Getting Around Bratislava
Most of Bratislava’s worth-visiting attractions are crammed into Old Town in few blocks except for a few attractions that need you to wander a little away from the old town.
Old Town is very much walkable. In fact, the town ought to be explored on foot provided the weather is favorable.
The city has easy and cheap public transport system with a good number of buses, trams, trolleys, and night buses. You can buy the tickets from the ticket machines installed at most of the stops, newsstands, and tourist information centers. You need an exact change to buy tickets from the machine.
Buy a 24-hour travel ticket as it comes cheap (3.50€ per person) and gives you the freedom to use all modes of public transport as much as you want.
If you plan to use public transport in Bratislava this website is your ultimate source of information.
We walked the entire length and breadth of the Old Town (even on a hot sunny day) and hopped on a small tourist city train Prešporáčik Oldtimer that took us around major landmarks at the speed of 5 km per hour meaning we could easily take in the sights and click photos.
Where to Stay in Bratislava
Bratislava is the only city in Europe where you can stay in a luxury hotel at the price of a budget hotel.
Hey! I’m not kidding! Try it for yourself.
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Where to Eat in Bratislava
There are a number of amazing places in Bratislava where you can sample the best of traditional Slovakian cuisine.
Bratislava Flagship Restaurant
Bratislava Flagship is not only a restaurant but a symbol of Bratislava. They are right in a say that “If you have not been in Bratislava Flagship Restaurant, you don’t know Bratislava!”
One of Europe’s largest restaurants, Flagship is the best place to try local Bratislava cuisine and traditional Slovak dishes. It is located at the Námestie SNP, aka Slovak National Uprising Square.
We tried Bryndzové halušky, Bryndzové Pirohy (sheep cheese dumplings), Kuracie Krídelká, and S Chelbom (Crispy chicken wings with bread and homemade marinade). The food (taste as well as portion) and ambiance, both were great.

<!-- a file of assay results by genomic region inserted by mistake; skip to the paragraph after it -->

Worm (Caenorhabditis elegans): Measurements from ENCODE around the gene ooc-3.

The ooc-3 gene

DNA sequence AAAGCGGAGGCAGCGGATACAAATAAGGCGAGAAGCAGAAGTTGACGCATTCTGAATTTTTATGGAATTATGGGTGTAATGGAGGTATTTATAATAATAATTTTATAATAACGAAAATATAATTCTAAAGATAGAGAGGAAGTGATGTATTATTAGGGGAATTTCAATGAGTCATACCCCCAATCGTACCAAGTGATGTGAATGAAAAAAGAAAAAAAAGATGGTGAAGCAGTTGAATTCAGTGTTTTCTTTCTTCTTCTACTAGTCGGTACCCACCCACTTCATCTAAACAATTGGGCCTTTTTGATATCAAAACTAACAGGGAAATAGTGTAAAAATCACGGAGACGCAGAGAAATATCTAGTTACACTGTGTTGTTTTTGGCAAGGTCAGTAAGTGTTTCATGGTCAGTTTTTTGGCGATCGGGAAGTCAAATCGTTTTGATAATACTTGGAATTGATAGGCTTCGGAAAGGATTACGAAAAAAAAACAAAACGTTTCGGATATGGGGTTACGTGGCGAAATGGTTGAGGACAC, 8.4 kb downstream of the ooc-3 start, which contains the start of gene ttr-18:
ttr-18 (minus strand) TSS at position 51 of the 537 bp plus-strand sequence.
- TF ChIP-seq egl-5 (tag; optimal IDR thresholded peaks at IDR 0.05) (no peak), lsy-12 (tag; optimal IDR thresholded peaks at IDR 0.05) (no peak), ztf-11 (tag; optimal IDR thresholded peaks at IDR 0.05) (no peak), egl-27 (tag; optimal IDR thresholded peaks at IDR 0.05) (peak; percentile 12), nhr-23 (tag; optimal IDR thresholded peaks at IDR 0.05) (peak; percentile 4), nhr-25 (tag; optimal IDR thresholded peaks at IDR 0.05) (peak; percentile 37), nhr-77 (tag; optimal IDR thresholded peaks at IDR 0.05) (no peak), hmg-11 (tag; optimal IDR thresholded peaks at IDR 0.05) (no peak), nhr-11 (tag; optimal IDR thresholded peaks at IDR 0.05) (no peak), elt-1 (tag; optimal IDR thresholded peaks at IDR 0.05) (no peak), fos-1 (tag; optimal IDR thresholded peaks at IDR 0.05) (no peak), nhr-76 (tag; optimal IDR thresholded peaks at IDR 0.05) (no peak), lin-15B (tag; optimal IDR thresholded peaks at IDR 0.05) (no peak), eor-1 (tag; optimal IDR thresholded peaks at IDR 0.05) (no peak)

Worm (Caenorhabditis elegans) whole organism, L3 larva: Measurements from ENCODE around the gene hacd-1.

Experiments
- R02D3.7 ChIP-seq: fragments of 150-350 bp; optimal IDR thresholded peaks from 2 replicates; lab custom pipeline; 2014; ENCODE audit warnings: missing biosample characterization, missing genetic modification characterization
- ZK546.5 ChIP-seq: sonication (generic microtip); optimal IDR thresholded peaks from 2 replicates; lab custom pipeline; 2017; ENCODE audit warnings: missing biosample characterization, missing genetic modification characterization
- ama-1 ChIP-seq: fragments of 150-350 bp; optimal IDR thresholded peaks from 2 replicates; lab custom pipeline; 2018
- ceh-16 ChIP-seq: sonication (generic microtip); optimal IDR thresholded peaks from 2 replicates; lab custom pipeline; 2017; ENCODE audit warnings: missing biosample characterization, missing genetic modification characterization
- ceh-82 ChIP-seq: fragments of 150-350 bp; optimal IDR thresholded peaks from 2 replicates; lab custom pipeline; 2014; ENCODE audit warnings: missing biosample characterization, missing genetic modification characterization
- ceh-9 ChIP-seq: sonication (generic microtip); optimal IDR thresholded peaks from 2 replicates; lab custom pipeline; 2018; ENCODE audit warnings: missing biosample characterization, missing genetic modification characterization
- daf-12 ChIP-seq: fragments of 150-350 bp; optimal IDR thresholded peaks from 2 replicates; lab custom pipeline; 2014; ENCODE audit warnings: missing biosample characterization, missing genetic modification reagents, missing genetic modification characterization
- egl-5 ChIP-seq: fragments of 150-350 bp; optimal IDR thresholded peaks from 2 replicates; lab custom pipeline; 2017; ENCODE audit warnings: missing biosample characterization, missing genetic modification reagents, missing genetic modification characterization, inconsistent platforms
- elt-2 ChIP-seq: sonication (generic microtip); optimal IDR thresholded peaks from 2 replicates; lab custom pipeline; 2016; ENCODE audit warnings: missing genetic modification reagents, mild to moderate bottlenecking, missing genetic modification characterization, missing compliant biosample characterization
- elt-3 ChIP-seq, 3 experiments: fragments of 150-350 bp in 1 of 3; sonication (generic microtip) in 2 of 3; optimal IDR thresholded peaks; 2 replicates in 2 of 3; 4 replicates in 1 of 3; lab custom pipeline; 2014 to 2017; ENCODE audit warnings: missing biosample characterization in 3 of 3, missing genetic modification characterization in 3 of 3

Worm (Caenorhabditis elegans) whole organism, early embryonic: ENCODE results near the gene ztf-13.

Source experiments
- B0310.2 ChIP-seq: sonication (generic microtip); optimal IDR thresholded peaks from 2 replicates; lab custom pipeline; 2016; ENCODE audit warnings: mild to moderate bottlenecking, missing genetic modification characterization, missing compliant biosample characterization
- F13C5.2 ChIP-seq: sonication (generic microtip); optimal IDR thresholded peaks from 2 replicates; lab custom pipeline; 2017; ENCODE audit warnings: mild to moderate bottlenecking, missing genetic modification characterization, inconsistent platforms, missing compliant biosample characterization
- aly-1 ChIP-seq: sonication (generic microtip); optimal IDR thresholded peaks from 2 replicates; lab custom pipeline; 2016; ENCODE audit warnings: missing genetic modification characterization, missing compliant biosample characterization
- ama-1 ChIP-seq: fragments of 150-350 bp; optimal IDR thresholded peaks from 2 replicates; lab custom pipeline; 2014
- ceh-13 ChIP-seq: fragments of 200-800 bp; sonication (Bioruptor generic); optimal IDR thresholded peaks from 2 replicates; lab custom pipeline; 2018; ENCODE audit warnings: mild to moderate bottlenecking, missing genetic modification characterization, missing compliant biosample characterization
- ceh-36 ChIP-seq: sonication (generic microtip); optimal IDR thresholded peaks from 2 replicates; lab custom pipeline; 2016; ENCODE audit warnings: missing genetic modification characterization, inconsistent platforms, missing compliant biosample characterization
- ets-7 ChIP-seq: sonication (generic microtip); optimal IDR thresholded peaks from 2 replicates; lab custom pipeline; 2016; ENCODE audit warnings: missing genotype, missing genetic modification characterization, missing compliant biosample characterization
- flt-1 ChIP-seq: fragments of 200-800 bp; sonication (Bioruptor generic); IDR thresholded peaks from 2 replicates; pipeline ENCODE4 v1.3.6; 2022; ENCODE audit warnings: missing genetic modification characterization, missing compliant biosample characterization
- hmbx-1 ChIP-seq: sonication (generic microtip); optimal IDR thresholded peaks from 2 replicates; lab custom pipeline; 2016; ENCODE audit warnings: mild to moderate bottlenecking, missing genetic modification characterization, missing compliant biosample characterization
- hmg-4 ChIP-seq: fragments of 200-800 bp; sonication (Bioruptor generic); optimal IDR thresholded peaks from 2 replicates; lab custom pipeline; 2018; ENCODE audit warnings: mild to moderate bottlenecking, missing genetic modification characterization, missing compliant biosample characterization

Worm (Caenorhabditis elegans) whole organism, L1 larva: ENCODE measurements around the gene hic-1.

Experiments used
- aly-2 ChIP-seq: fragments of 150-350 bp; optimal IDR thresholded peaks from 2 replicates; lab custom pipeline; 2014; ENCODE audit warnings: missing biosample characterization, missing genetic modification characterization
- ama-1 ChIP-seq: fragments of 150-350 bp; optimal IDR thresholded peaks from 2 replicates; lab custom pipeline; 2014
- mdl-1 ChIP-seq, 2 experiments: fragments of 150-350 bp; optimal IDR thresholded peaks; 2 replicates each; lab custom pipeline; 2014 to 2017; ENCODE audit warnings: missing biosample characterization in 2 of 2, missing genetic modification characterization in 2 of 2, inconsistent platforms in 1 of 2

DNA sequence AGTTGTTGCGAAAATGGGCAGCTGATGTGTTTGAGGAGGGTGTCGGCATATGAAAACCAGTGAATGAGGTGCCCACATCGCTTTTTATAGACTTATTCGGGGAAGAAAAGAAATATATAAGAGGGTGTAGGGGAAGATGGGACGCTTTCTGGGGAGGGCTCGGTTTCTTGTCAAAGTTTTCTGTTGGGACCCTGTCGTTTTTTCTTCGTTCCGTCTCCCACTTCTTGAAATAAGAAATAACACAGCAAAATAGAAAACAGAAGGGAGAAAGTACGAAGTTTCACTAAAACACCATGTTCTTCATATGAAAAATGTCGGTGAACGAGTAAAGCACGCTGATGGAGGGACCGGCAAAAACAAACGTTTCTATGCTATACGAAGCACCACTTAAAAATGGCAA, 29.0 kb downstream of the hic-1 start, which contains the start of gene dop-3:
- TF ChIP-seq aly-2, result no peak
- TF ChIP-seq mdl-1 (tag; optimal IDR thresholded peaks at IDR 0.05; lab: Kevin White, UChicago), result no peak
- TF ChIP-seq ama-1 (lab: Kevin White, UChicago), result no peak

We ordered individual Slovak specialties; you can order a Slovakian Delicacies Platter with three local specialties served in a huge platter that takes care of two-person’ appetite.
Though the outside sitting area is a lovely place to eat, I’d suggest you take a tour inside the restaurant. It houses the Bratislava Golden Lane that takes you through a historical Bratislava.
We paid €29.70 for three dishes, coke, coffee with milk, a bottle of water (sparkling), and a large beer.
Insider Tip Just a few steps away from the restaurant is Hurbanovo Square, where you can look for the weird square- shaped metal object. It might look like a drain but that's actually a music box. Let the kids jump on the squares and dance to the chimes.
Bratislavsky Meštiansky Pivovar
The oldest brewery in the town, Meštiansky Pivovar is the best place to try traditional Slovakian cuisine. Also, their draft beer is some of the best in Bratislava.
It’s one of those places where you can eat your heart out without spending a fortune.
They have two locations in the town – Drevená and Dunajská. The one at Dunajská, a bit away from the hubbub of the old town with a huge outdoor terrace garden is nicer 🙂
Sky Bar and Restaurant
If you have are not thinking about the budget or want to overindulge, Sky Bar is a perfect choice. It is a great blend of the stunning view, delectable food, and amazing cocktails and mocktails.
We tried Skywalker, Irish Coffee and Mango Cheesecake.
What to Eat and Drink in Bratislava
As always, we recommend trying local delicacies as food tells a hell lot about the culture of the country.
Here are some of the Slovak dishes you should try when in Bratislava:
- Garlic Soup
- Bratislavský Rožok (walnut or poppy seed-filled croissant)
- Lokše or Zamiatone (potato pancakes)
- Bryndzove Halusky
- Bratislava Rolls
- Chimney Cake (Trdelnik)
- Local Beer
Things to do in Bratislava
Bratislava is full of surprises! There’s something for everyone. An all-ages-friendly city won’t disappoint anyone. Here’s what to do in Bratislava:
Old Town (Staré Mesto)
As with every European city, Bratislava’s soul lies in its Old Town. It’s where you’ll see almost all the must-see attractions. It’s the historic center of Bratislava.
Inside-Tip Booklover or not, Antikvariát Steiner (antiquarian bookstore Steiner), a second-hand bookshop located in the heart of the old town is a delight to visit. Its books, bookshelves, and the walls echo the bygone days - good and bad. It's open from 10 am to 5 pm from Monday to Friday.
I love to buy second-hand books. Aside from the story, they have so much history plus they smell divine. And what about you?
Hlavné Námestie (main square) in the old town is packed with tourists all the time being the epicenter of the town.